Scott was able to connect with Barbara who is one of the equestrian people working on the future park Palo Pino Mountains State Park. It was really nice for him to get positive feedback that he is welcome to jump in and take part within the group. This is one of his favorite places to do astrophotography and he wants to invest his time and energy on it. Myself, I found the NeTT and the administrative part to the Volunteer side of things. I see a need for those who are planning to do the NeTT in one go whether hiking or biking and I feel excited in how I can help. There is also the administrative jobs I enjoy doing that the Texas Parks and Wildlife offices in Austin need help with. We also have found a place for us within the Brazos/Paluxy area so we have plenty of opportunities for us. Now to decide how to make all of this work. I realize it is one step at a time, but at least we know we belong.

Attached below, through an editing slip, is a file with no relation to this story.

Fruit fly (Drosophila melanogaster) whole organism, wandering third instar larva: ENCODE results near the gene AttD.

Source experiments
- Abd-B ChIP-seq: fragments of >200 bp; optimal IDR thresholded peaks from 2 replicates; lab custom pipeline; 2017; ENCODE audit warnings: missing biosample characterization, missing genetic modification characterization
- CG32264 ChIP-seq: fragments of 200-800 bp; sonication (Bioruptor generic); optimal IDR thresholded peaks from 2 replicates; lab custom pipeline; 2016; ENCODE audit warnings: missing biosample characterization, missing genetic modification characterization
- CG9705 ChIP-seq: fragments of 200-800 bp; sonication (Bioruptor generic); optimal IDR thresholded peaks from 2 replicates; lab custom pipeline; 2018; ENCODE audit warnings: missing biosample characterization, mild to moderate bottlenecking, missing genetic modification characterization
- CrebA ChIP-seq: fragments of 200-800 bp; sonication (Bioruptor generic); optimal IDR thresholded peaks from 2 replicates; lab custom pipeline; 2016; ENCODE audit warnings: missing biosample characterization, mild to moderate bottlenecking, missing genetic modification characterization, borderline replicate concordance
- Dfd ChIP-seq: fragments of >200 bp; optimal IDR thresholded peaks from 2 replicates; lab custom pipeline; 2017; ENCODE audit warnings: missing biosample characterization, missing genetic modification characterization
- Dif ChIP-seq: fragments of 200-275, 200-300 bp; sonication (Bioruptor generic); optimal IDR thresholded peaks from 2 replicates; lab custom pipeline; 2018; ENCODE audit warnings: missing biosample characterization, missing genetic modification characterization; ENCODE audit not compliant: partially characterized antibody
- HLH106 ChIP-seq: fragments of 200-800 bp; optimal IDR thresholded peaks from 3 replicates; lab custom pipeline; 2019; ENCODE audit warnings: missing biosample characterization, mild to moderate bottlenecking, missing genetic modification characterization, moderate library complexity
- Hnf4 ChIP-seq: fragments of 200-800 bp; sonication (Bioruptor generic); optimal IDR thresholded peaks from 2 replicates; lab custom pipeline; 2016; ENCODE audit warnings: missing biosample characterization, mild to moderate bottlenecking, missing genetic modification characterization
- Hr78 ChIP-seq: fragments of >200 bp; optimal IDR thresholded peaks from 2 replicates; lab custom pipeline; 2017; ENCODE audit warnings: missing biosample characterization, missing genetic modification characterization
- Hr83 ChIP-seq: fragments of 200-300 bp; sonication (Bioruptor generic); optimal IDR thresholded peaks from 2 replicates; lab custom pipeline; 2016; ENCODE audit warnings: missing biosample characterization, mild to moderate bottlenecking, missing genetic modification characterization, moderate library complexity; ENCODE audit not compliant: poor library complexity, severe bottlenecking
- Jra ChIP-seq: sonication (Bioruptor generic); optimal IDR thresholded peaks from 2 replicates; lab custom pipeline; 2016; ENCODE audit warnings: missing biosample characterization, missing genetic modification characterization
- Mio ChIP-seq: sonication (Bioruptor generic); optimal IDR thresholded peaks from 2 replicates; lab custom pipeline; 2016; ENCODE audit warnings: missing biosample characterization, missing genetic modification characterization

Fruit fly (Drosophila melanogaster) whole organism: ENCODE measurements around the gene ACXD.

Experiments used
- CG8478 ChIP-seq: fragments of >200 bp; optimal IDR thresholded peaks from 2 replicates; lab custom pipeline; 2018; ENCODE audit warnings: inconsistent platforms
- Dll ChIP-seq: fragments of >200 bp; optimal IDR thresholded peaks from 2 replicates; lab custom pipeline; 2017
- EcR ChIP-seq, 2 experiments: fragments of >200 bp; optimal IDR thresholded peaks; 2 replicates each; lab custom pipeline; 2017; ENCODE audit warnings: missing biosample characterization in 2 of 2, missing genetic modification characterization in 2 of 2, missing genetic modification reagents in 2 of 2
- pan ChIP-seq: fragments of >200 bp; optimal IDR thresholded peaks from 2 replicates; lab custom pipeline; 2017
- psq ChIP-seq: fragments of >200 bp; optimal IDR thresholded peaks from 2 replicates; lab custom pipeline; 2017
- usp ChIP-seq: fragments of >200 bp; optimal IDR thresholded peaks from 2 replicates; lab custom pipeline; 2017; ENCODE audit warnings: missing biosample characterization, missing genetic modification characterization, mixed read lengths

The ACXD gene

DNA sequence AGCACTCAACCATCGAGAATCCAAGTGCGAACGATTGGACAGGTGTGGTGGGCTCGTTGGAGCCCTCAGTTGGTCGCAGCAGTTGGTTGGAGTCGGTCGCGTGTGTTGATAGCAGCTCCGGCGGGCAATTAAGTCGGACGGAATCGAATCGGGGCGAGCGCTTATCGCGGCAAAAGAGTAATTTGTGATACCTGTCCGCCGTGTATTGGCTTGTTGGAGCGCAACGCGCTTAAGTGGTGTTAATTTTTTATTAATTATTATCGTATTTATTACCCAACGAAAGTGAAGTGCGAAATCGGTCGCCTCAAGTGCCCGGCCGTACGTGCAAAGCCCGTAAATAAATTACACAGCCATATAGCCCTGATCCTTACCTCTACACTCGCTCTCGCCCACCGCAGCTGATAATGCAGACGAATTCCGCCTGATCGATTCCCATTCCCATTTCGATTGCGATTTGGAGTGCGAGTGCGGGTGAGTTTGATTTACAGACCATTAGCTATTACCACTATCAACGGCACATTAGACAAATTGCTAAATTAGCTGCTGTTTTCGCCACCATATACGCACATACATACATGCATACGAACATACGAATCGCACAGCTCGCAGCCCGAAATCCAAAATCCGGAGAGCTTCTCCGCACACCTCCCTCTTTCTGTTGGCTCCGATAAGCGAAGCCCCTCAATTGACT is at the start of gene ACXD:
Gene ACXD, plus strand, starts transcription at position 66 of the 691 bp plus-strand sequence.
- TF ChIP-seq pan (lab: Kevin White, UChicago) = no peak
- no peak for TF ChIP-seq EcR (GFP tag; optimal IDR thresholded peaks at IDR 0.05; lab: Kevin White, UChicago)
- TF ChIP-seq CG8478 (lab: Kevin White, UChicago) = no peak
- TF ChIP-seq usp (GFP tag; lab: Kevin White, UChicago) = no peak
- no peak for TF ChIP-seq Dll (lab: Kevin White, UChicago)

That evening we went back to the neighbor’s campfire and were able to enjoy the company of Robin, Gail, Gladys and her family. We were pleasently surprised by Johnny as he pulled out his guitar and began singing. Scott was in heaven. Since we decided to step away from the SCA he has not been able to partake in what are called Bardic Circles. He has missed entertaining and being entertained around a campfire enjoying the time with friends. It was a wonderful night and we so hated to see it end. There will be more camping trips with Robin and Gail’s group, that we have been promised.
Once we were packed up Sunday morning, we said our good-bye to our new friends, hopped in the truck and headed home. When I asked him what was his favorite part of the long weekend, Scott told me it was Saturday night around the campfire. Then he added that he was happy we had finally found a place to belong.